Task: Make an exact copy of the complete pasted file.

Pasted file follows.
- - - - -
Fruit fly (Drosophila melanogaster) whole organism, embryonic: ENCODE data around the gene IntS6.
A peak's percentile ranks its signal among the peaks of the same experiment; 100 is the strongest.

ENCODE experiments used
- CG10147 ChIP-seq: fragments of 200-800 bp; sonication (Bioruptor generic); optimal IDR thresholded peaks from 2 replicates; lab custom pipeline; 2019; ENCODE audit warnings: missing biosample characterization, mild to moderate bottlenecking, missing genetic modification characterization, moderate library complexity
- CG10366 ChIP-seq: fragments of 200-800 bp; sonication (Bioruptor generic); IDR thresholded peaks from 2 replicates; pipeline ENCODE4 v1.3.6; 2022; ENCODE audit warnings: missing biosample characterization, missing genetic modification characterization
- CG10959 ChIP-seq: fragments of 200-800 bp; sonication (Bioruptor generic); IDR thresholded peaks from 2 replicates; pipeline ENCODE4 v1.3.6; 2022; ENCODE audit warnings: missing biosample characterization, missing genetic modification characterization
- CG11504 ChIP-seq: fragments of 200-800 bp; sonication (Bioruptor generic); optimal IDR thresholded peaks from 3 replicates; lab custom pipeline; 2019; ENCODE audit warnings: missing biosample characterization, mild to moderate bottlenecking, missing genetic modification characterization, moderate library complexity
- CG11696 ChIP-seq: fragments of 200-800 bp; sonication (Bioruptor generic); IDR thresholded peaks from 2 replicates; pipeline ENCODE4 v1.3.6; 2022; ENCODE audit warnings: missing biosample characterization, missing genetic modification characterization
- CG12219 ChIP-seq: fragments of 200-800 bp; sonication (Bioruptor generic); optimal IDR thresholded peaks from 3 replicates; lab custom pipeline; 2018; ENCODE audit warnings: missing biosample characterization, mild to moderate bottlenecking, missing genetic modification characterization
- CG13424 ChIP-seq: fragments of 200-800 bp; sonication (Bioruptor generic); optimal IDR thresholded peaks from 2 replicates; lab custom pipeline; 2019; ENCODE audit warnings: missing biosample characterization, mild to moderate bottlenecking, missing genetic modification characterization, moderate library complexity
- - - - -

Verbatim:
Fruit fly (Drosophila melanogaster) whole organism, embryonic: ENCODE data around the gene IntS6.
A peak's percentile ranks its signal among the peaks of the same experiment; 100 is the strongest.

ENCODE experiments used
- CG10147 ChIP-seq: fragments of 200-800 bp; sonication (Bioruptor generic); optimal IDR thresholded peaks from 2 replicates; lab custom pipeline; 2019; ENCODE audit warnings: missing biosample characterization, mild to moderate bottlenecking, missing genetic modification characterization, moderate library complexity
- CG10366 ChIP-seq: fragments of 200-800 bp; sonication (Bioruptor generic); IDR thresholded peaks from 2 replicates; pipeline ENCODE4 v1.3.6; 2022; ENCODE audit warnings: missing biosample characterization, missing genetic modification characterization
- CG10959 ChIP-seq: fragments of 200-800 bp; sonication (Bioruptor generic); IDR thresholded peaks from 2 replicates; pipeline ENCODE4 v1.3.6; 2022; ENCODE audit warnings: missing biosample characterization, missing genetic modification characterization
- CG11504 ChIP-seq: fragments of 200-800 bp; sonication (Bioruptor generic); optimal IDR thresholded peaks from 3 replicates; lab custom pipeline; 2019; ENCODE audit warnings: missing biosample characterization, mild to moderate bottlenecking, missing genetic modification characterization, moderate library complexity
- CG11696 ChIP-seq: fragments of 200-800 bp; sonication (Bioruptor generic); IDR thresholded peaks from 2 replicates; pipeline ENCODE4 v1.3.6; 2022; ENCODE audit warnings: missing biosample characterization, missing genetic modification characterization
- CG12219 ChIP-seq: fragments of 200-800 bp; sonication (Bioruptor generic); optimal IDR thresholded peaks from 3 replicates; lab custom pipeline; 2018; ENCODE audit warnings: missing biosample characterization, mild to moderate bottlenecking, missing genetic modification characterization
- CG13424 ChIP-seq: fragments of 200-800 bp; sonication (Bioruptor generic); optimal IDR thresholded peaks from 2 replicates; lab custom pipeline; 2019; ENCODE audit warnings: missing biosample characterization, mild to moderate bottlenecking, missing genetic modification characterization, moderate library complexity